The beach was cold that morning, and the sky was so overcast that I never saw a sunrise. Just a gradually brightening grey sky. In other words, it was very different than what I expected, than what I thought I wanted, when I shuffled down the hotel stairs to the beach–and I was so very glad to be awake. To be uncomfortable, stealing time, writing in my journal on a rainy morning at the beach.

Publish, damn it!

I have spent the past few weeks writing half blog posts. I’ve scribbled them on the back of receipts, in tiny notebooks and big notebooks. I’ve made lists of post ideas and articles to link to. I’ve written entire paragraphs in my head in the shower. I even sat on a train and spoke into the voice-to-text tool on my phone. And yet all I’ve shared with you is an (admittedly awesome) Liz Lemon gif.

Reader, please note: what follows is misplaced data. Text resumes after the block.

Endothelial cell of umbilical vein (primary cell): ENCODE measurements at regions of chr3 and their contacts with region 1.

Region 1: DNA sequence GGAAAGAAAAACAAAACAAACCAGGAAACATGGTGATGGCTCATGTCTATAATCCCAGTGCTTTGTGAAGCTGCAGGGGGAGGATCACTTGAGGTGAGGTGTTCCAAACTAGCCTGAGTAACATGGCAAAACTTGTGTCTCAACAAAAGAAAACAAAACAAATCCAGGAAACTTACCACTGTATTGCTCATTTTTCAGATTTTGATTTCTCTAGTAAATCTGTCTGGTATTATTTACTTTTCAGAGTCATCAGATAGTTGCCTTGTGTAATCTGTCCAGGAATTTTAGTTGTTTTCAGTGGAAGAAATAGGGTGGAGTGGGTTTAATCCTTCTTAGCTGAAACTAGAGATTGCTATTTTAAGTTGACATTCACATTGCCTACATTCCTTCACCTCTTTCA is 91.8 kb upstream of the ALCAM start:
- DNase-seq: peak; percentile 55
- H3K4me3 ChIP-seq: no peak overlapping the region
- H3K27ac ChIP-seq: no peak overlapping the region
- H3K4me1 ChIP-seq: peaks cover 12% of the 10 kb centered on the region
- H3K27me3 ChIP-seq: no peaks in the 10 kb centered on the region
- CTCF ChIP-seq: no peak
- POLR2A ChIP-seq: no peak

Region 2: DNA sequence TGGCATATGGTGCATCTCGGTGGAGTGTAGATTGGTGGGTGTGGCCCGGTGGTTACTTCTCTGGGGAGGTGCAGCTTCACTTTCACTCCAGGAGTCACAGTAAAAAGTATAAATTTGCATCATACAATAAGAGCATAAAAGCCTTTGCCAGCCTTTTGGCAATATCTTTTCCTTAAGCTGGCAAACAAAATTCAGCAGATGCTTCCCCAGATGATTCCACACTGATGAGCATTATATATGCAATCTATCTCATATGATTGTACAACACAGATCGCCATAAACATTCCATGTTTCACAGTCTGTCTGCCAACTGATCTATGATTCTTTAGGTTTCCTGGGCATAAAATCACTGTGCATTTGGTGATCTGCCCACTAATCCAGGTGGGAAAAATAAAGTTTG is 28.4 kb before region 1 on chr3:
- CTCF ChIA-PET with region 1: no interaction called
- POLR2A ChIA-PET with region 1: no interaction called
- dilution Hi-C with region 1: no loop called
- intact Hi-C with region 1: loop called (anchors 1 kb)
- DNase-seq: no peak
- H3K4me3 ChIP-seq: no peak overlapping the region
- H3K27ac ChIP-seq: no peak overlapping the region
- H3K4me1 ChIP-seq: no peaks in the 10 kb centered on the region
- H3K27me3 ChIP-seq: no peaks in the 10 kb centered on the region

In note-form I have lots to share with you about: Lean In, Girls, those horrible slut-shaming NYC posters, that horrendous New York Magazine article about “feminist housewives” that managed to offend and misquote everyone (except Rush Limbaugh),  how many freaking times women cops get almost sexually assaulted in Law & Order/NCIS style shows, and Hanna Rosin pretending it’s a new idea to say we don’t need feminism anymore. (Hint: People have been forever.) And don’t even get me started on the new Pope. Yet I refrain from hitting that damn publish button because there’s always more polishing to do.